The Soufan Group Morning Brief


The Soufan Group Morning Brief, May 11, 2017
THURSDAY, MAY 11, 2017
COMEY SOUGHT MORE RESOURCES FOR RUSSIA PROBE

Days before he was abruptly fired by President Trump, former FBI Director James Comey requested a significant boost in resources, including more prosecutors and other personnel, to accelerate the bureau’s investigation into Russia’s interference in the presidential election. Comey made the request to Rod Rosenstein, the deputy attorney general, whose memo was used to justify Comey’s abrupt dismissal on Tuesday. There were other signs that the investigation was accelerating. The Wall Street Journal reports that beginning at least three weeks ago, Comey started receiving daily instead of weekly updates on the investigation. Comey was reportedly concerned by information showing possible evidence of collusion.

Meanwhile, a congressional investigation into Russian meddling picked up steam as the Senate Intelligence Committee issued a subpoena Wednesday for the president’s former national security adviser, Michael Flynn, to produce documents relevant to the investigation. And a federal grand jury in Northern Virginia has issued subpoenas for records tied to Flynn. Wall Street Journal, Politico, New York Times

Rosenstein, the deputy attorney general, has emerged as a central player in the drama, after the White House cast him as a prime mover of the decision to fire Comey and insisted that the president acted only on his recommendation. Rosenstein, who has been on the job for two weeks, reportedly threatened to resign after seeing that narrative emerging from the White House on Tuesday evening. Washington Post

The administration’s stated reason for firing Comey -- that he mishandled the investigation into Hillary’s Clinton’s private email server -- continued to be undermined by reports that President Trump was furious over Comey’s repeated appearances before congressional panels, during which he thought Comey was grandstanding, and Comey’s failure to support Trump’s unsubstantiated claim that President Barack Obama had his campaign offices wiretapped. Trump was also said to be frustrated by his belief that Comey was giving too much attention to the Russia probe and not enough to investigating leaks to journalists. He began to talk of firing Comey last week after Comey said he was “mildly nauseous” to think that his handling of the email case had influenced the election. New York Times, Washington Post,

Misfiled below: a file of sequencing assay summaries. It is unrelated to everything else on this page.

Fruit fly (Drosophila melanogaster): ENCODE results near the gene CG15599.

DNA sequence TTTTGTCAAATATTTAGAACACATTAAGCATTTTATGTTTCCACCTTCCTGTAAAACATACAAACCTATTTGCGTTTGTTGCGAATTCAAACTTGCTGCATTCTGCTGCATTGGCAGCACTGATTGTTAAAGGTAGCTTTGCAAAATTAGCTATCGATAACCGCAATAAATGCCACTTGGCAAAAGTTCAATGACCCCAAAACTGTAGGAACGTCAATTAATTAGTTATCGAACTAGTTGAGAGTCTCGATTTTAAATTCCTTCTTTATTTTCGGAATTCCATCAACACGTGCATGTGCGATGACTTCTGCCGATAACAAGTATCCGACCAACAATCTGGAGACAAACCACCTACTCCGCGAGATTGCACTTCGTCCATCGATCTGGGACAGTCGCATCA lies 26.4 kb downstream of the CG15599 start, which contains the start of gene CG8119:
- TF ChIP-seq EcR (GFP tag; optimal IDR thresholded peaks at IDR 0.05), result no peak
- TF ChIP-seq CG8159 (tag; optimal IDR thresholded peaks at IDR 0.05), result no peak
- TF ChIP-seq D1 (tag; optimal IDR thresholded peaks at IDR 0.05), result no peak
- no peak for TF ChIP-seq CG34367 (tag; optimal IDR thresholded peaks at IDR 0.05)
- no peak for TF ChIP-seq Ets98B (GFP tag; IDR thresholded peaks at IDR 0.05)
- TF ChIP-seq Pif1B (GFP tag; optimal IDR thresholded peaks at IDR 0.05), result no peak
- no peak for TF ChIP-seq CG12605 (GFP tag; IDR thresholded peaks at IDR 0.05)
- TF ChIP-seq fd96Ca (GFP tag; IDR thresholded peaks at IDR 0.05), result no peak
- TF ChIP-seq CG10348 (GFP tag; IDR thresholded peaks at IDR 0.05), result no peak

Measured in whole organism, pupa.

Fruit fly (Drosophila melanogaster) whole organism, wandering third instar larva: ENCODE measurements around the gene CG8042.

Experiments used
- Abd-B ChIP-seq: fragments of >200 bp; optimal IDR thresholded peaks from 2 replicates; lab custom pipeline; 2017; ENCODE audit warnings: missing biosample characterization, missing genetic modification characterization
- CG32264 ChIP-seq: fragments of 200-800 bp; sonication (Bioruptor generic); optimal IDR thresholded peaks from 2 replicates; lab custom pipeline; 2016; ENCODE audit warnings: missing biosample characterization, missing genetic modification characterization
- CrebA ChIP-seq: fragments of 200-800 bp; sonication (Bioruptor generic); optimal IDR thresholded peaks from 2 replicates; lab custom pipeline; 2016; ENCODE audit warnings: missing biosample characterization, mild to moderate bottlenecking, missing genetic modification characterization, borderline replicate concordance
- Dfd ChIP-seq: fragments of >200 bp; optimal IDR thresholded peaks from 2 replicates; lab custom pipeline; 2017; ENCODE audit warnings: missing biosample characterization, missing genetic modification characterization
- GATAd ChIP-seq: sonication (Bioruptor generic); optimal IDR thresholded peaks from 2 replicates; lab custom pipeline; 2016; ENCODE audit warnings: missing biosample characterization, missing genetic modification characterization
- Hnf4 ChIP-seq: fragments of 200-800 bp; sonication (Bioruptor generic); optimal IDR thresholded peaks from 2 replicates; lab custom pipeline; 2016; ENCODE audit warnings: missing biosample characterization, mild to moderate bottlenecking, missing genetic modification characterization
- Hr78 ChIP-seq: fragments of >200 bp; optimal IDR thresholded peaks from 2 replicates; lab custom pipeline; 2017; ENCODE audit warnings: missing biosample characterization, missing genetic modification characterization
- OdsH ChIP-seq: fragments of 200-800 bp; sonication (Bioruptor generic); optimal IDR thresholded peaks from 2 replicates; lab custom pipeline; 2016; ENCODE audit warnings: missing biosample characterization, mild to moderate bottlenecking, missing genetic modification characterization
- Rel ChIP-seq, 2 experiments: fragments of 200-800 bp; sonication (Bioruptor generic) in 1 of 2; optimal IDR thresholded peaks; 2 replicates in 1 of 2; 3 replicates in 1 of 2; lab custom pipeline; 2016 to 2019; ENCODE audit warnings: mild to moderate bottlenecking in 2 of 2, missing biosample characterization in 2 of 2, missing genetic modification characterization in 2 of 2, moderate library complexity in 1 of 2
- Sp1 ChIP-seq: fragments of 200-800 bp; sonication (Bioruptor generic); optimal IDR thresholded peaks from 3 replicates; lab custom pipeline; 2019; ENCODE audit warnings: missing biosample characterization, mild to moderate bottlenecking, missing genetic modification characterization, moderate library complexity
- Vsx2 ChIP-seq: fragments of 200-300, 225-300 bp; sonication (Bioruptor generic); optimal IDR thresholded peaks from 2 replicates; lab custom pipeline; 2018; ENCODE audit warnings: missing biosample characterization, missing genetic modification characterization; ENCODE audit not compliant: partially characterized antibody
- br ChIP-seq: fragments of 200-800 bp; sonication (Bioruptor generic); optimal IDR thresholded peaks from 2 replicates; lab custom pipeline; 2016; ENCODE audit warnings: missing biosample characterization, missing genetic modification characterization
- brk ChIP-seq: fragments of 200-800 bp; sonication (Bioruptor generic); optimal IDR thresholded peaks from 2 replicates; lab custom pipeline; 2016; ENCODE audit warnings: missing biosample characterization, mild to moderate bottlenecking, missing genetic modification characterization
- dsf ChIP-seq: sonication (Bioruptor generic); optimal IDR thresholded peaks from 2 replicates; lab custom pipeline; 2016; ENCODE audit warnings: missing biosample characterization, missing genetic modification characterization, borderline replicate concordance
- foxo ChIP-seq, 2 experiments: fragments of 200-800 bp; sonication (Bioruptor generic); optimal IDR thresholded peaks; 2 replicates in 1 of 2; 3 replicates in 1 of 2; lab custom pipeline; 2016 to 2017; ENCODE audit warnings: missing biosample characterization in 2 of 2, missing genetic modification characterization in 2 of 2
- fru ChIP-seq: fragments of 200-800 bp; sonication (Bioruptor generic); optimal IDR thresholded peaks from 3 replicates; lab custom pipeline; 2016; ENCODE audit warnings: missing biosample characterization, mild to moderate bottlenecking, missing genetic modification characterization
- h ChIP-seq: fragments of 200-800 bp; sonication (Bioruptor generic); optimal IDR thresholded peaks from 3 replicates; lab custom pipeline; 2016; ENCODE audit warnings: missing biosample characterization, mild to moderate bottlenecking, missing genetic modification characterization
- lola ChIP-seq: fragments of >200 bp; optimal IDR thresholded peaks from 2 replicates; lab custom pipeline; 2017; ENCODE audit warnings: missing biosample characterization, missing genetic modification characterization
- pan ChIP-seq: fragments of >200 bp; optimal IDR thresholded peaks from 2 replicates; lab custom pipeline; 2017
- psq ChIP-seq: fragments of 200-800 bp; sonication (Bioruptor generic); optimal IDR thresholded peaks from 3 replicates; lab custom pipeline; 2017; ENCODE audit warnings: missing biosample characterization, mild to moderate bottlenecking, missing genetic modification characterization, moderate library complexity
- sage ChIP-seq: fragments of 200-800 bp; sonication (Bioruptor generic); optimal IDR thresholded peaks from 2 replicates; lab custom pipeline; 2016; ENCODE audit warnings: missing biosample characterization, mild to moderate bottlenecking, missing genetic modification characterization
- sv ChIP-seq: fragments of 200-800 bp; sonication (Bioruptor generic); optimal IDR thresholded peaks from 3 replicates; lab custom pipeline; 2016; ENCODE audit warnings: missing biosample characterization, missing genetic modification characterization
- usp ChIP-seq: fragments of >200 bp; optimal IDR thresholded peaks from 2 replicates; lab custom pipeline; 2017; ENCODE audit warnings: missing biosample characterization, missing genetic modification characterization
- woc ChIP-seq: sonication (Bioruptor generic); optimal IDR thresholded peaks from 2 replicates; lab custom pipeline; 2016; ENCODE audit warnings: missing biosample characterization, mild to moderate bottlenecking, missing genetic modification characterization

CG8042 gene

Comey’s replacement: The Justice Department is said to be interviewing candidates to be Comey’s replacement as FBI director. Five people were interviewed Wednesday, but officials said they were being considered only for interim director. They were Andrew McCabe, Comey’s former deputy; Michael Anderson, the special agent in charge of the FBI’s Chicago division; Adam Lee, the special agent in charge of the FBI’s Richmond division; Paul Abbate, the executive assistant director of the FBI’s Criminal, Cyber, Response and Services Branch; and William “Bill” Evanina, the national counterintelligence executive in the Office of the Director of National Intelligence. Washington Post, Wall Street Journal
Related:
Wall Street Journal: Comey to Colleagues: ‘It Is Done and I Will Be Fine’

TRUMP HOSTS TOP RUSSIAN OFFICIAL IN OVAL OFFICE
In an awkwardly timed meeting, President Trump hosted Russian Foreign Minister Sergey Lavrov and Russian Ambassador to the U.S. Sergey Kislyak for a meeting in the Oval Office on Wednesday -- a meeting that he held, Trump said, because President Vladimir Putin had asked him to. No reporters were allowed to ask questions and the only photos of the event came from the Russian news agency Tass. Secretary of State Rex Tillerson met earlier with Lavrov but did not take questions from the media. Lavrov, however, did invite reporters to the Russian Embassy, and when asked if he was relieved Comey had been fired, Lavrov said, “I never thought I’d have to answer such questions, all the more in the United States of America, with your greatly developed democratic and political system.” New York Times, The Hill, Politico
Related:
Washington Post: Presence of Russian Photographer in Oval Office Raises Alarms